Ryan Giordano wrote:

Last year at StanCon we talked about how you can differentiate under the integral to automatically calculate quantitative hyperparameter robustness for Bayesian posteriors. Since then, I’ve packaged the idea up into an R library that plays nice with Stan. You can install it from this github repo. I’m sure you’ll be pretty busy at StanCon, but I’ll be there presenting a poster about exactly this work, and if you have a moment to chat I’d be very interested to hear what you think!

I’ve started applying this package to some of the Stan examples, and it’s already uncovered some (in my opinion) serious problems, like this one from chapter 13.5 of the ARM book. It’s easy to accidentally make a non-robust model, and I think a tool like this could be very useful to Stan users! As of right now I’m the only one who’s experimented with it (AFAIK), but I think it’s ready for some live guinea pigs.

It’s something I came upon while working on robustness for variational Bayes, but it doesn’t have anything to do with VB. It’s based on a very simple and old idea (nothing more than differentiating under the integral of an expectation). But do I think it’s now timely to re-visit the idea now that we have an MCMC toolkit built with easy-to-use automatic differentiation!

I sent this to some Stan people.

Dan Simpson wrote:

One comment about the lineariseation: it’s basically parameterisations dependent, so it’s not “userproof.” A few friends of mine made a local geometry argument for these types of things in here.

Ryan replied:

This is certainly true! That it’s not userproof is a point that can’t be said enough.

Linearization does, however, has the benefit of being relatively easy for ordinary users to understand. In particular, it’s easy to understand its limitations. The limitations of worst-case priors in a unit ball of a functional metric space are harder to wrap your head around, especially if you’re a Stan user trying to fit a model to your sociology data set.

I might add that, if this package does anything distinctively useful, it’s that it manages to pummel the Stan API into giving it the derivatives it needs. A richer set of features for interacting with the C++ autodiff library through the Stan modeling language would make this package kind of trivial.

And Aki asked:

How do you interpret the robustuness measure? How small value is negligible and how large is too big?

Ryan replied:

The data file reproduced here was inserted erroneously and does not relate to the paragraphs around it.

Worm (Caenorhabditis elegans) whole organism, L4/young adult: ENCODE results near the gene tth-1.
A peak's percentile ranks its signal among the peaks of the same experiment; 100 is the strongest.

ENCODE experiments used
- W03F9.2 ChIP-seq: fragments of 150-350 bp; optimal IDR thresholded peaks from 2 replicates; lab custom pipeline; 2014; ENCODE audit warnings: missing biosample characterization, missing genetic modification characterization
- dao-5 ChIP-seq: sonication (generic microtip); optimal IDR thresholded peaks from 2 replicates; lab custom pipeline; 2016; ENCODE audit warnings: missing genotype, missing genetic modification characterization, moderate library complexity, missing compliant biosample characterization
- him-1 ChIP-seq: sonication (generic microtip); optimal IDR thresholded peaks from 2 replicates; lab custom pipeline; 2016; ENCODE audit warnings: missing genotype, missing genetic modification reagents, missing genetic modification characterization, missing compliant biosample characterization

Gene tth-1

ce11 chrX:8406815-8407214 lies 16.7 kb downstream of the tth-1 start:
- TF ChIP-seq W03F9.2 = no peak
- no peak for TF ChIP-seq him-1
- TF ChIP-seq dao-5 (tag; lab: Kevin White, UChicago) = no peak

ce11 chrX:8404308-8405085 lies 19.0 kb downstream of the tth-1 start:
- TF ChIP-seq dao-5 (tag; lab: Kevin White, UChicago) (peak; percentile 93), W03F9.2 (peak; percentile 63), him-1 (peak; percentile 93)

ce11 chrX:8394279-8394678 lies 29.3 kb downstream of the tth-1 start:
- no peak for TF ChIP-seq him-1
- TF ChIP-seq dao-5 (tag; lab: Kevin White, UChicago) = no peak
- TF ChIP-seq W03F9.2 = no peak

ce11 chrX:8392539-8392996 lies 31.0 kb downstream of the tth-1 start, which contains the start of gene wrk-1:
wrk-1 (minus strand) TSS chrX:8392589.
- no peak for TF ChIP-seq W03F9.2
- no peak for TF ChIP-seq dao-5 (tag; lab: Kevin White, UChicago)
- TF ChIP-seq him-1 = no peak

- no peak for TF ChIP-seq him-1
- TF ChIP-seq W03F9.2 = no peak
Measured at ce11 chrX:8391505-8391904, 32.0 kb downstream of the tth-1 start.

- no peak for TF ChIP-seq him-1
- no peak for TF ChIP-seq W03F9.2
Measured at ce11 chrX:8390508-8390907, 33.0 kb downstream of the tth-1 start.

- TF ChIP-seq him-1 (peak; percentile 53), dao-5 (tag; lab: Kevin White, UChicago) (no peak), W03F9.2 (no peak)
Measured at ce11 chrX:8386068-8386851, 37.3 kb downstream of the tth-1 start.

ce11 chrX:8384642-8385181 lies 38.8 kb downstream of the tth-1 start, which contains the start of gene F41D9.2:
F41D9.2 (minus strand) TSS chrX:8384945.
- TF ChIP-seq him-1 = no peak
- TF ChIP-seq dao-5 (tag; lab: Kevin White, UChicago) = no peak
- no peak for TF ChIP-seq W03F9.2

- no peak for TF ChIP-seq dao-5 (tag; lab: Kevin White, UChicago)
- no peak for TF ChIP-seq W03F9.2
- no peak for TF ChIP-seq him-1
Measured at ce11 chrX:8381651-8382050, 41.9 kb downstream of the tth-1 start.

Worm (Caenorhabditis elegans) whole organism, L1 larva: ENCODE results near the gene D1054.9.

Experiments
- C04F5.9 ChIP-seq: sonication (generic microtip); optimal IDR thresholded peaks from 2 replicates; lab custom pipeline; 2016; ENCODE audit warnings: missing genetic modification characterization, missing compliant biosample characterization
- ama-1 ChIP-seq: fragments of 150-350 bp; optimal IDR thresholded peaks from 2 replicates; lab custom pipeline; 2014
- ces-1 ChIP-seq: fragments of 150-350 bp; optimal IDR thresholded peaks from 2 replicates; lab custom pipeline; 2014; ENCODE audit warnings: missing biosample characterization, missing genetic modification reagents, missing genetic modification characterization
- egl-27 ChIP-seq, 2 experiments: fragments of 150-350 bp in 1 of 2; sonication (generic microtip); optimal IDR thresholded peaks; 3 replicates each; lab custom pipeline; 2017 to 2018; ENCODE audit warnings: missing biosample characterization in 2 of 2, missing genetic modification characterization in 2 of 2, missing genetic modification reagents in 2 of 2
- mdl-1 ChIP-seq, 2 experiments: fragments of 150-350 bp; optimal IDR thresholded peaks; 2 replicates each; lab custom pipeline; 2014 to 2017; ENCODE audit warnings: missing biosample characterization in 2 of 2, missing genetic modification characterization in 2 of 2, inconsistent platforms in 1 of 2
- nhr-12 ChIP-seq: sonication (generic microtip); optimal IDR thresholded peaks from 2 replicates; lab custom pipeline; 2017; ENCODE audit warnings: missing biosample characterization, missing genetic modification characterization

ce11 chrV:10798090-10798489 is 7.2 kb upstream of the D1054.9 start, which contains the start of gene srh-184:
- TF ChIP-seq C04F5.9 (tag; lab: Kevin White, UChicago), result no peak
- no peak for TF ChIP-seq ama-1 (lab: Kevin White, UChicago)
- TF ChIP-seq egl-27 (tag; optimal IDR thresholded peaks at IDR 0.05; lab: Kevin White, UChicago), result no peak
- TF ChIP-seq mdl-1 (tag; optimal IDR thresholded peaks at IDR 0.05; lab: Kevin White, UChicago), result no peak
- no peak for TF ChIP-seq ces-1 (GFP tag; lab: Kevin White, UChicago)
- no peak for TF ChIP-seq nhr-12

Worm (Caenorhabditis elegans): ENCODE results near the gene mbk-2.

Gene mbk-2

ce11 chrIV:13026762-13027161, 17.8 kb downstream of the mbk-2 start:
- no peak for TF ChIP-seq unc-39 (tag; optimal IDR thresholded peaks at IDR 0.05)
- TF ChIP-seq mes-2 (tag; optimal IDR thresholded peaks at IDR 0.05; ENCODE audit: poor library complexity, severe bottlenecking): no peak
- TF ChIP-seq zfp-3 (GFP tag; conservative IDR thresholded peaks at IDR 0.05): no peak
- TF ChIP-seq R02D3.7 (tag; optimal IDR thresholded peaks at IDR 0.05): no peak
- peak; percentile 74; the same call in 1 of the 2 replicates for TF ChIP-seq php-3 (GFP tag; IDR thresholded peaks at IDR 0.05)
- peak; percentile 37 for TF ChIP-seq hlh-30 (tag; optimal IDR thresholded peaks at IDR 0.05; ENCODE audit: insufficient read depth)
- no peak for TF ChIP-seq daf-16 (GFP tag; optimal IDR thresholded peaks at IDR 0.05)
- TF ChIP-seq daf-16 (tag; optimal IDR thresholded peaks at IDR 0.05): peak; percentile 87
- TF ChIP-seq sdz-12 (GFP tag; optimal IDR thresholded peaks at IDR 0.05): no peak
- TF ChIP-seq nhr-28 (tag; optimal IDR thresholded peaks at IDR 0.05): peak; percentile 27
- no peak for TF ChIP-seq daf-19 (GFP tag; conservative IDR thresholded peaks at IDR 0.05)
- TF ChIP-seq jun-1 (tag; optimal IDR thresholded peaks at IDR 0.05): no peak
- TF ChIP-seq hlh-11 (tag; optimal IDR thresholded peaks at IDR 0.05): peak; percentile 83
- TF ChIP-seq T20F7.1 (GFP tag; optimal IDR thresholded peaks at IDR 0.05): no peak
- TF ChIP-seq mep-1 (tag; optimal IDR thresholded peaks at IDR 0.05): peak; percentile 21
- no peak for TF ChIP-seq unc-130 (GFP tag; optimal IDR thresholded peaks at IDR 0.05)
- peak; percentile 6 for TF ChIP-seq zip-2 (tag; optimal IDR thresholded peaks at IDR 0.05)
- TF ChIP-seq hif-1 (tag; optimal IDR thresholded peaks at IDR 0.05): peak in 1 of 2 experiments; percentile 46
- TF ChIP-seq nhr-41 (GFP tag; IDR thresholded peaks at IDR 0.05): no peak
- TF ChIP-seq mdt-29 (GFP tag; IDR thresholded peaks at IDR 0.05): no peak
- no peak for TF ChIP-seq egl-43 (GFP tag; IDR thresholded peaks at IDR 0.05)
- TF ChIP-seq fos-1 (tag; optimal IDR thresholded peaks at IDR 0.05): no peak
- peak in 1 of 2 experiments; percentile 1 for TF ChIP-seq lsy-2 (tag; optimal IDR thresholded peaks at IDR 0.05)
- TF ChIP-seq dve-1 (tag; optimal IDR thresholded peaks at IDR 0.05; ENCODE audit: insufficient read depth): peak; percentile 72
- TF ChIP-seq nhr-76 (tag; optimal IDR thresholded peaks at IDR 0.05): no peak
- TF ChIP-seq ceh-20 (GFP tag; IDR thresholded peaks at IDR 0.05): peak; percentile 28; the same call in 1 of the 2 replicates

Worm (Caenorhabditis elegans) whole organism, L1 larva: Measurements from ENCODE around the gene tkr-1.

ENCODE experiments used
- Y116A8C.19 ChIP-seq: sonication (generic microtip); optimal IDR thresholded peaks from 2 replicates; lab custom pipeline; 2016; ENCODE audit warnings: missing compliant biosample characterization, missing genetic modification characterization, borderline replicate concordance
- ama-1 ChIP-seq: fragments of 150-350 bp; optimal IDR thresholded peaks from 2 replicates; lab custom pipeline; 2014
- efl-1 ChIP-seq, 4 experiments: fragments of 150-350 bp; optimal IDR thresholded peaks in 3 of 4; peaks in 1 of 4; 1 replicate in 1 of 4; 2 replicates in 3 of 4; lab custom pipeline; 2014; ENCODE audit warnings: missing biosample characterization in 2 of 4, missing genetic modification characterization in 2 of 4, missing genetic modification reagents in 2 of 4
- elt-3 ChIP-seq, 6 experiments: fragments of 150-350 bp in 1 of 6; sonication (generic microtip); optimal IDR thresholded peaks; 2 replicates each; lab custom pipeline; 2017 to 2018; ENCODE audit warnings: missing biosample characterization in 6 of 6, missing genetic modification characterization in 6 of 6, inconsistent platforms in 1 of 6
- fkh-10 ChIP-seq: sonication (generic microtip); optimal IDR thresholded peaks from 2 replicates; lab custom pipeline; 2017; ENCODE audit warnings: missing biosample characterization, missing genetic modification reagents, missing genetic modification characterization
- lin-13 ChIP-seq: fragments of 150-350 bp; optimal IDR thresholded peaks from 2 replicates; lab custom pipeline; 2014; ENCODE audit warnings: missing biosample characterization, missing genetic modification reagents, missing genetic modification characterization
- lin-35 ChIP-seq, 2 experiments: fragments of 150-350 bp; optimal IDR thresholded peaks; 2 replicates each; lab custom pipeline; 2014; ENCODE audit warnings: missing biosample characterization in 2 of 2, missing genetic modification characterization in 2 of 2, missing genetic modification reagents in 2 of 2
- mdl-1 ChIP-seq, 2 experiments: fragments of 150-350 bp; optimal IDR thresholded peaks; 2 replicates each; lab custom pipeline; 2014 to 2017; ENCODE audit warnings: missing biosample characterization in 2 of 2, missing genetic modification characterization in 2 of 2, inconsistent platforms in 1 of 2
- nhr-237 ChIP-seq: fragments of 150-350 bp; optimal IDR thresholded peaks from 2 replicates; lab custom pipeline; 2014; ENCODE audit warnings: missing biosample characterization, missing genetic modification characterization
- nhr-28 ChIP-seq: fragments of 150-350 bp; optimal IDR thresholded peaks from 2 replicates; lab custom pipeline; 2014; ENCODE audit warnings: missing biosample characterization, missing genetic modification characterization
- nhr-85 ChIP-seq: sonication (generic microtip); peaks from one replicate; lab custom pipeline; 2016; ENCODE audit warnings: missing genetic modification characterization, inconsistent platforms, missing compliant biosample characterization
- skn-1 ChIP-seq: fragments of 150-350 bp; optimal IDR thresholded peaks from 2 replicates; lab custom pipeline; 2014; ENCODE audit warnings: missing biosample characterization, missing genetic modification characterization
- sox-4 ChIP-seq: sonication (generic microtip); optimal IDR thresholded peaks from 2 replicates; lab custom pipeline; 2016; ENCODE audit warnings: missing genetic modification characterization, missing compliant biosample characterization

A full answer is in appendix C of our our paper. In short, I’d expect users to have in mind a reasonable range of their hyperparameters.

But here’s an answer in short. Also see this picture:

A central assumption—currently only verifiable by actually re-fitting*—is that the expectations depend linearly on the hyperparameters over this range. Given the sensitivity, you can estimate how many posterior standard deviations the expectation would very by across the plausible range of hyperparameters. If the expectation varies too much (e.g., by more than 1 posterior sd), then there’s a problem.

So there are a number of things that the user still has to decide:

1) How much hyperparameter variability is reasonable?

2) Do I have reason to believe that linearity is reasonable over this range?

3) How much variability in the expectation is acceptable?I think the answers to this question will vary considerably from problem to problem, and we’ve made no attempt to answer them automatically (except to normalize automatically by the posterior standard deviation).

* You can calculate higher-order derivatives wrt the hyperparameter, but in general you’ll need higher order derivatives of the log probability which are not now exposed in rstan. I also expect MCMC error will start to become a real problem. I haven’t actually experimented with this.

All this is a followup from our conversation regarding static sensitivity analysis, an idea that I had way back when but have never really integrated into my workflow. I’m hoping that Ryan’s methods will make it easy to do this in Stan, and this will give us one more tool to understand how our models are working.

My first thought is that some importance weighting or importance sampling could help move beyond the linearity approximation.

It’s true that importance sampling doesn’t require linearity. The problem is that importance sampling fails precisely when the new posterior (with changed hyperparameters) doesn’t overlap much with the original posterior, which is exactly the case you need to know about when robustness is a problem.

In contrast, linearity can hold far beyond the mass of the original posterior. Consider, for example, the sensitivity of a multivariate normal parameter to its prior mean — the dependence is linear for all values of the prior mean, even when there’s no overlap at all and importance sampling fails completely.

With exactly your thought in mind, I actually initially implemented importance sampling as a sanity check for linearity in this package, but took it out of the API for exactly the above reasons. It’s just not very useful in cases of real non-robustness. (I’d be happy to put it back in there’s a demonstrable need!)

Incidentally, the linear approximation we describe is also a linear approximation to the importance sampling estimate — see appendix B of our paper, Covariances, Robustness, and Variational Bayes, for a proof: https://arxiv.org/pdf/1709.02536.pdf